Halloween Costumes

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Halloween is coming, and I bet if you have young children, you’ve heard about what they want to be for the holiday. Back in September, I had already been told by multiple students what they were planning to dress up as. As a fellow lover of Halloween, I appreciate the chance to discuss costume ideas with fellow enthusiasts. However, being an adult and early childhood educator, I recognize that there can be pressure that parents feel about their child’s costume, such as getting that perfect Halloween photo while also respecting your child’s comfort. It can also be tricky to get their outfit ready for October 31st due to limited time, budget considerations and possibly a child’s indecision on what they want. I’ve compiled a few considerations to think about when preparing for All Hallows’ Eve to hopefully make it a bit easier.

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Comfort is important, especially for very young children who are still working on how to control and move their own bodies. A cumbersome costume can be physically exhausting and add to a day that is already often overwhelming.  Consider choosing a costume that is as similar to your child’s normal clothing. Wear a costume that feels just like a regular outfit, like the Charlie Brown costume pictured above or add a loose fitting accessory to their outfit that can easily be removed. The soft, light weight gnome hat and beard above is a perfect example!



Let’s face it, some costumes are difficult to put on and take off, making bathroom breaks complicated. Think about making or buying a costume that is made up of a top and bottom, and possibly a couple of items that can be easily taken off. Plus, if the costume is made out of leggings or sweats they can be reused throughout the year!

Cultural Sensitivities 

Young children are natural classifiers, sorters and organizers. They are constantly absorbing information from adults, peers, media and more about people and their role in their world. Keep in mind that even though Halloween is a lighthearted holiday, it’s important to be careful when choosing costumes that reflect other cultures and ethnicities. Though well-intentioned, we sometimes don’t recognize the meaning behind some age-old costumes. For example, wearing a Native American headdress as a costume is often regarded as disrespectful because of their ceremonial nature. If your child asks to dress up in a costume that you find culturally insensitive, use it as an opportunity to discuss why they wish to dress like that. Spend time to learn about the culture together, which will foster appreciation and respect.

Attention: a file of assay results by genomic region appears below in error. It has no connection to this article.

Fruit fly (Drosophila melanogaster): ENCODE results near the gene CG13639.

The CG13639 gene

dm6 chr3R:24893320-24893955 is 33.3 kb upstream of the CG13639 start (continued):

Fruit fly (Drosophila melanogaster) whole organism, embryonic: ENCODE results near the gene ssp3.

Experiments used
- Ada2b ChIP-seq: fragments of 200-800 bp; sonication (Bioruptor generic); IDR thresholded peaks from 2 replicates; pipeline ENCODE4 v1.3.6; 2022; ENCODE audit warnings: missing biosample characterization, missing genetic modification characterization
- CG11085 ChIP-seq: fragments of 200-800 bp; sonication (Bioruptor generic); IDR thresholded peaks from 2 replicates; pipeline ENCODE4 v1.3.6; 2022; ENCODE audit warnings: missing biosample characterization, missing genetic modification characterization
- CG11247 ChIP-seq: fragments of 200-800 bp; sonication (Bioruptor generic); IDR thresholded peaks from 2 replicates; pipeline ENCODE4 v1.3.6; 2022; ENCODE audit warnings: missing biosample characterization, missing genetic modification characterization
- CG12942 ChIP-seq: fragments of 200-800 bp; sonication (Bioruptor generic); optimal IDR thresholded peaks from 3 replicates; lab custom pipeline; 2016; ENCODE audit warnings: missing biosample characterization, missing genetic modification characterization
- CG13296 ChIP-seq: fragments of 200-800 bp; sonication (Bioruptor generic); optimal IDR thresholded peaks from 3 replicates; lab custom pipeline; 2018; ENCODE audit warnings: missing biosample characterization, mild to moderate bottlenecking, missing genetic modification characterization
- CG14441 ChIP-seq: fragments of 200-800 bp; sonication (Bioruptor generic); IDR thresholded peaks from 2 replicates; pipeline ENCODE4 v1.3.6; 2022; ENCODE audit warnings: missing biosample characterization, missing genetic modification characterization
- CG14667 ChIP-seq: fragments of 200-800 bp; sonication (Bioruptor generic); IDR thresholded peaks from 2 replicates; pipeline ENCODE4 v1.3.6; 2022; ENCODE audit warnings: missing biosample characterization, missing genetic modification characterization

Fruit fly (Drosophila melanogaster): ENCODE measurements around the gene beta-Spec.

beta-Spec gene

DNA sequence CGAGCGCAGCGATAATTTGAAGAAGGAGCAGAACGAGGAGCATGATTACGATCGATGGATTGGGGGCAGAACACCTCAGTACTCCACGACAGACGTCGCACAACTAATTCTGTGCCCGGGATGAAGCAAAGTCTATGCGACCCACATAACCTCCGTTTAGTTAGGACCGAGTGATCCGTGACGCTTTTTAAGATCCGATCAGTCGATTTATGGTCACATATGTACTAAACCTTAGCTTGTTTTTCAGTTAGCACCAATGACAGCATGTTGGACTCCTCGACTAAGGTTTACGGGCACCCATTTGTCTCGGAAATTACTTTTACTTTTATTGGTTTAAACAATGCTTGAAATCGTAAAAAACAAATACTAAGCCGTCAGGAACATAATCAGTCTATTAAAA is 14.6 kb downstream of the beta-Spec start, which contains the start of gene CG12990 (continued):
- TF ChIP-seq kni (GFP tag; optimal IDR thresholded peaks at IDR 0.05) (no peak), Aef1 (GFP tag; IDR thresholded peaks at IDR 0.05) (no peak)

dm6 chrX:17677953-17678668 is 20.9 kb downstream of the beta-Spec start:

Gender Considerations 

Several years ago I heard a four-year-old boy say, “Girls can’t be Superman!” Again, young children innately categorize as they learn new information, including concepts about gender. While it’s natural for children to think “only boys do X and girls do Y”, it’s important to counter these notions so that children don’t grow up thinking there are limitations to what they or others can do based on gender. When I heard the comment about Superman, I asked the child why he felt this way. He replied that Superman is a boy, so only boys could be him. We talked about how even boys who dress up as Superman for Halloween are only pretending to be him, so girls can pretend to be him as well. We can all pretend to be anything we can imagine. We also talked about the reasons Superman is a hero and agreed that both girls and boys can perform heroic acts.

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Sticking to One Costume

Halloween only comes once a year, so it can be difficult for a child to choose a costume and stick to it. This can be frustrating for parents to buy or make a costume for fear their child will change their mind again. One way to combat this is to pick a date by when your child will need to decide by. After that, if they come up with other ideas, add it to a Halloween Costume Ideas list. They can add as many ideas as they’d like and can look back at it next year. Full disclosure, I have one of these on my phone for myself! Another option is to combine two ideas into one. For example, the child above wanted to be both a skeleton and a witch – so her parents combined both into one costume!

Want more ideas of how to celebrate Halloween in a meaningful way with young children? See our Halloween Pinterest board!